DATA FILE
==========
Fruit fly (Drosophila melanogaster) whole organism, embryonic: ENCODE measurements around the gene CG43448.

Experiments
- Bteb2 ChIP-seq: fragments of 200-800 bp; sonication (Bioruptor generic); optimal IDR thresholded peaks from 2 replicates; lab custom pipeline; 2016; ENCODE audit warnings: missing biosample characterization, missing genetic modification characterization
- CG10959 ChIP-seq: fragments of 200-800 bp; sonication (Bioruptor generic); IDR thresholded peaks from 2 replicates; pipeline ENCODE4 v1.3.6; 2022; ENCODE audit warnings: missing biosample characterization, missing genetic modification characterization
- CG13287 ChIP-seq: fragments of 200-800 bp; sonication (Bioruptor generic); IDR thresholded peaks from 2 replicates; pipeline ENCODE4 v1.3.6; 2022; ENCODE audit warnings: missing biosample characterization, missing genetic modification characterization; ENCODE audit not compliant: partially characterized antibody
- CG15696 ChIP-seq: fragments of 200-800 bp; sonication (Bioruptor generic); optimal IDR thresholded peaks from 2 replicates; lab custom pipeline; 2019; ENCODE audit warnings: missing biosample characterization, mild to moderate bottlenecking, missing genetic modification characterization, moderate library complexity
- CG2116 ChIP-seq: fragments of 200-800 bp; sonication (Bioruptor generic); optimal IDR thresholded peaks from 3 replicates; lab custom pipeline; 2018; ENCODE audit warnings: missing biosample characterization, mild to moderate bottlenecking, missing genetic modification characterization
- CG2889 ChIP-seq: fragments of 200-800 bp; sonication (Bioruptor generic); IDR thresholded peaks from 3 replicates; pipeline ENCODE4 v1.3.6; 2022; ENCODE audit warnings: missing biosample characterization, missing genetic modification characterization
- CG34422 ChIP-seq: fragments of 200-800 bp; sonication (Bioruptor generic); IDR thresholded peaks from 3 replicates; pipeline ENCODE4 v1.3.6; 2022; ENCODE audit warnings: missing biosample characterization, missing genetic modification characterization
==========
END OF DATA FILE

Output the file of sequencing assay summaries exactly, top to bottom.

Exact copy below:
Fruit fly (Drosophila melanogaster) whole organism, embryonic: ENCODE measurements around the gene CG43448.

Experiments
- Bteb2 ChIP-seq: fragments of 200-800 bp; sonication (Bioruptor generic); optimal IDR thresholded peaks from 2 replicates; lab custom pipeline; 2016; ENCODE audit warnings: missing biosample characterization, missing genetic modification characterization
- CG10959 ChIP-seq: fragments of 200-800 bp; sonication (Bioruptor generic); IDR thresholded peaks from 2 replicates; pipeline ENCODE4 v1.3.6; 2022; ENCODE audit warnings: missing biosample characterization, missing genetic modification characterization
- CG13287 ChIP-seq: fragments of 200-800 bp; sonication (Bioruptor generic); IDR thresholded peaks from 2 replicates; pipeline ENCODE4 v1.3.6; 2022; ENCODE audit warnings: missing biosample characterization, missing genetic modification characterization; ENCODE audit not compliant: partially characterized antibody
- CG15696 ChIP-seq: fragments of 200-800 bp; sonication (Bioruptor generic); optimal IDR thresholded peaks from 2 replicates; lab custom pipeline; 2019; ENCODE audit warnings: missing biosample characterization, mild to moderate bottlenecking, missing genetic modification characterization, moderate library complexity
- CG2116 ChIP-seq: fragments of 200-800 bp; sonication (Bioruptor generic); optimal IDR thresholded peaks from 3 replicates; lab custom pipeline; 2018; ENCODE audit warnings: missing biosample characterization, mild to moderate bottlenecking, missing genetic modification characterization
- CG2889 ChIP-seq: fragments of 200-800 bp; sonication (Bioruptor generic); IDR thresholded peaks from 3 replicates; pipeline ENCODE4 v1.3.6; 2022; ENCODE audit warnings: missing biosample characterization, missing genetic modification characterization
- CG34422 ChIP-seq: fragments of 200-800 bp; sonication (Bioruptor generic); IDR thresholded peaks from 3 replicates; pipeline ENCODE4 v1.3.6; 2022; ENCODE audit warnings: missing biosample characterization, missing genetic modification characterization